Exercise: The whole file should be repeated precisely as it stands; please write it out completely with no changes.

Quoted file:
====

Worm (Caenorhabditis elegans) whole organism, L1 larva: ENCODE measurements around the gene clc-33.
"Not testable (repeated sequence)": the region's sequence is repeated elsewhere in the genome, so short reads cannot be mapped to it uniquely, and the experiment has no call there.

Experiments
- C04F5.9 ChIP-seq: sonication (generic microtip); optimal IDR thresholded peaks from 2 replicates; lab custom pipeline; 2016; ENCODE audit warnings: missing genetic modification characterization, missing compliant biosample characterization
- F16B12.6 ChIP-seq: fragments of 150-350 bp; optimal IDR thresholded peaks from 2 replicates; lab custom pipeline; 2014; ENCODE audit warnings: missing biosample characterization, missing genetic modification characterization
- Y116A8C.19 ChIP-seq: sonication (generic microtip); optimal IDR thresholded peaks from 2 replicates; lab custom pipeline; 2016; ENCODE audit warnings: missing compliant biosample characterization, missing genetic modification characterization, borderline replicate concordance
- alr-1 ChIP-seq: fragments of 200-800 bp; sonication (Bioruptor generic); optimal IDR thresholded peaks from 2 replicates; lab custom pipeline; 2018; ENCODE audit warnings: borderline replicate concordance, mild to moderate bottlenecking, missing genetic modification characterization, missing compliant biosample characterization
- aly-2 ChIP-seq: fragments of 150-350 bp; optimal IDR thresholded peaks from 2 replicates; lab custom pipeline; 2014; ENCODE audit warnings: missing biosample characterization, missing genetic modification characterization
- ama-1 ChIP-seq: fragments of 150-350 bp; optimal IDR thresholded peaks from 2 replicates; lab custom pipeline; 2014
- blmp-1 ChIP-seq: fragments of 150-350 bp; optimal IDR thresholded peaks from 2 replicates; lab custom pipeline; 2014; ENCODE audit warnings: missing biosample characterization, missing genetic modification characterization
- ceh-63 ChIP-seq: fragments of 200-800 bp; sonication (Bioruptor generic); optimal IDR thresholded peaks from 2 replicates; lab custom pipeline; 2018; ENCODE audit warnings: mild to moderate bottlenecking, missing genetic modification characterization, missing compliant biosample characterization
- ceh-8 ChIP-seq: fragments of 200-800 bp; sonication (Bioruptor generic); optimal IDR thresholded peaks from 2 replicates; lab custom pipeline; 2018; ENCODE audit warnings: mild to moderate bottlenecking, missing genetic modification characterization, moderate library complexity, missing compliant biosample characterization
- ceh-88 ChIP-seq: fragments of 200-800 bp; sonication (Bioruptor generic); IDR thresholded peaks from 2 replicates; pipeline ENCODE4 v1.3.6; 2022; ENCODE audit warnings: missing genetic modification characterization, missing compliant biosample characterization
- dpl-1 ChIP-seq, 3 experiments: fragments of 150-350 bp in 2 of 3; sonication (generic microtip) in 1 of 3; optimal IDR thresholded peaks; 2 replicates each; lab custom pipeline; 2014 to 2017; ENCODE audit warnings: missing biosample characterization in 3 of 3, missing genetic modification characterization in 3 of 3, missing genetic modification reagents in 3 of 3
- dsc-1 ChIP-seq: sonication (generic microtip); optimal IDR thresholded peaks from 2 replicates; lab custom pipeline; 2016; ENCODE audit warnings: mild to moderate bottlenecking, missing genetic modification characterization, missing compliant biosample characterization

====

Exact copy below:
Worm (Caenorhabditis elegans) whole organism, L1 larva: ENCODE measurements around the gene clc-33.
"Not testable (repeated sequence)": the region's sequence is repeated elsewhere in the genome, so short reads cannot be mapped to it uniquely, and the experiment has no call there.

Experiments
- C04F5.9 ChIP-seq: sonication (generic microtip); optimal IDR thresholded peaks from 2 replicates; lab custom pipeline; 2016; ENCODE audit warnings: missing genetic modification characterization, missing compliant biosample characterization
- F16B12.6 ChIP-seq: fragments of 150-350 bp; optimal IDR thresholded peaks from 2 replicates; lab custom pipeline; 2014; ENCODE audit warnings: missing biosample characterization, missing genetic modification characterization
- Y116A8C.19 ChIP-seq: sonication (generic microtip); optimal IDR thresholded peaks from 2 replicates; lab custom pipeline; 2016; ENCODE audit warnings: missing compliant biosample characterization, missing genetic modification characterization, borderline replicate concordance
- alr-1 ChIP-seq: fragments of 200-800 bp; sonication (Bioruptor generic); optimal IDR thresholded peaks from 2 replicates; lab custom pipeline; 2018; ENCODE audit warnings: borderline replicate concordance, mild to moderate bottlenecking, missing genetic modification characterization, missing compliant biosample characterization
- aly-2 ChIP-seq: fragments of 150-350 bp; optimal IDR thresholded peaks from 2 replicates; lab custom pipeline; 2014; ENCODE audit warnings: missing biosample characterization, missing genetic modification characterization
- ama-1 ChIP-seq: fragments of 150-350 bp; optimal IDR thresholded peaks from 2 replicates; lab custom pipeline; 2014
- blmp-1 ChIP-seq: fragments of 150-350 bp; optimal IDR thresholded peaks from 2 replicates; lab custom pipeline; 2014; ENCODE audit warnings: missing biosample characterization, missing genetic modification characterization
- ceh-63 ChIP-seq: fragments of 200-800 bp; sonication (Bioruptor generic); optimal IDR thresholded peaks from 2 replicates; lab custom pipeline; 2018; ENCODE audit warnings: mild to moderate bottlenecking, missing genetic modification characterization, missing compliant biosample characterization
- ceh-8 ChIP-seq: fragments of 200-800 bp; sonication (Bioruptor generic); optimal IDR thresholded peaks from 2 replicates; lab custom pipeline; 2018; ENCODE audit warnings: mild to moderate bottlenecking, missing genetic modification characterization, moderate library complexity, missing compliant biosample characterization
- ceh-88 ChIP-seq: fragments of 200-800 bp; sonication (Bioruptor generic); IDR thresholded peaks from 2 replicates; pipeline ENCODE4 v1.3.6; 2022; ENCODE audit warnings: missing genetic modification characterization, missing compliant biosample characterization
- dpl-1 ChIP-seq, 3 experiments: fragments of 150-350 bp in 2 of 3; sonication (generic microtip) in 1 of 3; optimal IDR thresholded peaks; 2 replicates each; lab custom pipeline; 2014 to 2017; ENCODE audit warnings: missing biosample characterization in 3 of 3, missing genetic modification characterization in 3 of 3, missing genetic modification reagents in 3 of 3
- dsc-1 ChIP-seq: sonication (generic microtip); optimal IDR thresholded peaks from 2 replicates; lab custom pipeline; 2016; ENCODE audit warnings: mild to moderate bottlenecking, missing genetic modification characterization, missing compliant biosample characterization